A CMOS micro power switched-capacitor DC-DC step-up converter for indoor light energy harvesting applications

Carvalho, Carlos, Guilherme Lavareda, Ana Amaral, Carlos Nunes de Carvalho, and Nuno Paulino. "A CMOS micro power switched-capacitor DC-DC step-up converter for indoor light energy harvesting applications." ANALOG INTEGRATED CIRCUITS AND SIGNAL PROCESSING 78 (2014): 333-351.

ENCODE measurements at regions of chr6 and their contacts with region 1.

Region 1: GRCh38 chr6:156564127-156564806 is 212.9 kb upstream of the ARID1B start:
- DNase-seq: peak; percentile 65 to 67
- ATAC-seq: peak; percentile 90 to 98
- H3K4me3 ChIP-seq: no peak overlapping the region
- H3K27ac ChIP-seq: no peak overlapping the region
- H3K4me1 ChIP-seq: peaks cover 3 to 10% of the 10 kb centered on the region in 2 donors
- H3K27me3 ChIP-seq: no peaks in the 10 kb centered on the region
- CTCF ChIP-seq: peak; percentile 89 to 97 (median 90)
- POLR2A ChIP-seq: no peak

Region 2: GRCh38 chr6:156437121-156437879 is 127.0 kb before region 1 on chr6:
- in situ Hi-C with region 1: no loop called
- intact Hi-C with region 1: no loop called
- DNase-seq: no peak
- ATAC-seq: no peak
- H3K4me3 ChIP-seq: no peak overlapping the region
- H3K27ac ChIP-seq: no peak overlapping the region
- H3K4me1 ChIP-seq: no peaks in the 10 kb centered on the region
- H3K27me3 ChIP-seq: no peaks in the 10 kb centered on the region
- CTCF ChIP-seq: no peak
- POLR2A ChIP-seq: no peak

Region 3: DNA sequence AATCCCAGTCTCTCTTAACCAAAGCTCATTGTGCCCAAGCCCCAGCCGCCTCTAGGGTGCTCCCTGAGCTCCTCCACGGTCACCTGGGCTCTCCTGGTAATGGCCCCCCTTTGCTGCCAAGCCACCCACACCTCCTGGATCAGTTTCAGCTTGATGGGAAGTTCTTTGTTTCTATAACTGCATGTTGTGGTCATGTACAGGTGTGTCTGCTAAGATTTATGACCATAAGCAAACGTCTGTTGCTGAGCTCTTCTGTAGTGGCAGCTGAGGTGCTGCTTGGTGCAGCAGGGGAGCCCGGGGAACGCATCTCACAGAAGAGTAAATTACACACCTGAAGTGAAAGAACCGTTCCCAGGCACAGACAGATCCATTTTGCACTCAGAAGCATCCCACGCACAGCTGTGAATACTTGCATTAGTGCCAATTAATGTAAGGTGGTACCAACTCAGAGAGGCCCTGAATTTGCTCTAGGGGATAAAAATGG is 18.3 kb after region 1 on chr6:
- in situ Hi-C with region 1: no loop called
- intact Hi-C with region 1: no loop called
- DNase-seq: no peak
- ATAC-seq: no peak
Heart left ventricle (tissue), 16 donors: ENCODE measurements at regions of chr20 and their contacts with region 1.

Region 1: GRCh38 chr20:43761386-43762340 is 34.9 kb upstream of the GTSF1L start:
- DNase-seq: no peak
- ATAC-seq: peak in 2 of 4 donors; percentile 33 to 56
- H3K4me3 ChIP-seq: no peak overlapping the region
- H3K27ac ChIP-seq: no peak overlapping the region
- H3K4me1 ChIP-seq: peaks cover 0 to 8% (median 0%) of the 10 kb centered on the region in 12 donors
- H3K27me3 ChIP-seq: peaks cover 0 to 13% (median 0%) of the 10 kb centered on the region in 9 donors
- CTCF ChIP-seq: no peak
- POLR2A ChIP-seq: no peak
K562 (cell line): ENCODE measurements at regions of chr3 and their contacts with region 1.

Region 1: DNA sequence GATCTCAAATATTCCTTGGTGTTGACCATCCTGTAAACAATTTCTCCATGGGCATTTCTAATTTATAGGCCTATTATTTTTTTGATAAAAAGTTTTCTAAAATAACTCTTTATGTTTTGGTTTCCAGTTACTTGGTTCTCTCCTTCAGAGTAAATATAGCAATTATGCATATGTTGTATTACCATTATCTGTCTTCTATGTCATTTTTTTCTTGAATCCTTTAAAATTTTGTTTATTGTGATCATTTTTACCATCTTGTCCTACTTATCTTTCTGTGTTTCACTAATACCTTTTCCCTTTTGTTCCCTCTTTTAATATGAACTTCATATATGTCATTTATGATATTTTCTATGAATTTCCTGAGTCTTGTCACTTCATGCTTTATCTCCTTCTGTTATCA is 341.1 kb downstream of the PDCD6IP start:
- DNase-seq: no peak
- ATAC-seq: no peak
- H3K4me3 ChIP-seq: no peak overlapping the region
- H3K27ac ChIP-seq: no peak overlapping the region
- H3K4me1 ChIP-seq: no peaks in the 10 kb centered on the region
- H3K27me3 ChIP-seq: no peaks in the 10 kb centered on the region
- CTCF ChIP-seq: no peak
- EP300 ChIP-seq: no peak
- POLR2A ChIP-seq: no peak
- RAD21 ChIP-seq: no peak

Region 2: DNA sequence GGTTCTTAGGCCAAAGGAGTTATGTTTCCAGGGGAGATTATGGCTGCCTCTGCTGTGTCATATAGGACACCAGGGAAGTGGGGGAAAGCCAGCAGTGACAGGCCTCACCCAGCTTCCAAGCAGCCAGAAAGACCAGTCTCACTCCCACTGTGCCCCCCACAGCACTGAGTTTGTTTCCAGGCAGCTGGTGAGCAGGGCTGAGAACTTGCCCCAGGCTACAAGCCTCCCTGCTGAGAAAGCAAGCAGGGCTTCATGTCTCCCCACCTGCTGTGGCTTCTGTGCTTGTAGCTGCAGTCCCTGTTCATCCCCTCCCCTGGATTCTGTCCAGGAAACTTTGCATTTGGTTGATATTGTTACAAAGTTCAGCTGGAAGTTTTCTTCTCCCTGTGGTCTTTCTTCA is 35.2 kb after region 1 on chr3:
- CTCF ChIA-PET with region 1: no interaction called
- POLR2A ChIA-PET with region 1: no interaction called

This paper presents a micro power light energy harvesting system for indoor environments. Light energy is collected by amorphous silicon photovoltaic (a-Si:H PV) cells, processed by a switched capacitor (SC) voltage doubler circuit with maximum power point tracking (MPPT), and finally stored in a large capacitor. The MPPT fractional open circuit voltage (V-OC) technique is implemented by an asynchronous state machine (ASM) that creates and dynamically adjusts the clock frequency of the step-up SC circuit, matching the input impedance of the SC circuit to the maximum power point condition of the PV cells. The ASM has a separate local power supply to make it robust against load variations. In order to reduce the area occupied by the SC circuit, while maintaining an acceptable efficiency value, the SC circuit uses MOSFET capacitors with a charge sharing scheme for the bottom plate parasitic capacitors. The circuit occupies an area of 0.31 mm(2) in a 130 nm CMOS technology. The system was designed in order to work under realistic indoor light intensities. Experimental results show that the proposed system, using PV cells with an area of 14 cm(2), is capable of starting-up from a 0 V condition, with an irradiance of only 0.32 W/m(2). After starting-up, the system requires an irradiance of only 0.18 W/m(2) (18 mu W/cm(2)) to remain operating. The ASM circuit can operate correctly using a local power supply voltage of 453 mV, dissipating only 0.085 mu W. These values are, to the best of the authors' knowledge, the lowest reported in the literature. The maximum efficiency of the SC converter is 70.3 % for an input power of 48 mu W, which is comparable with reported values from circuits operating at similar power levels.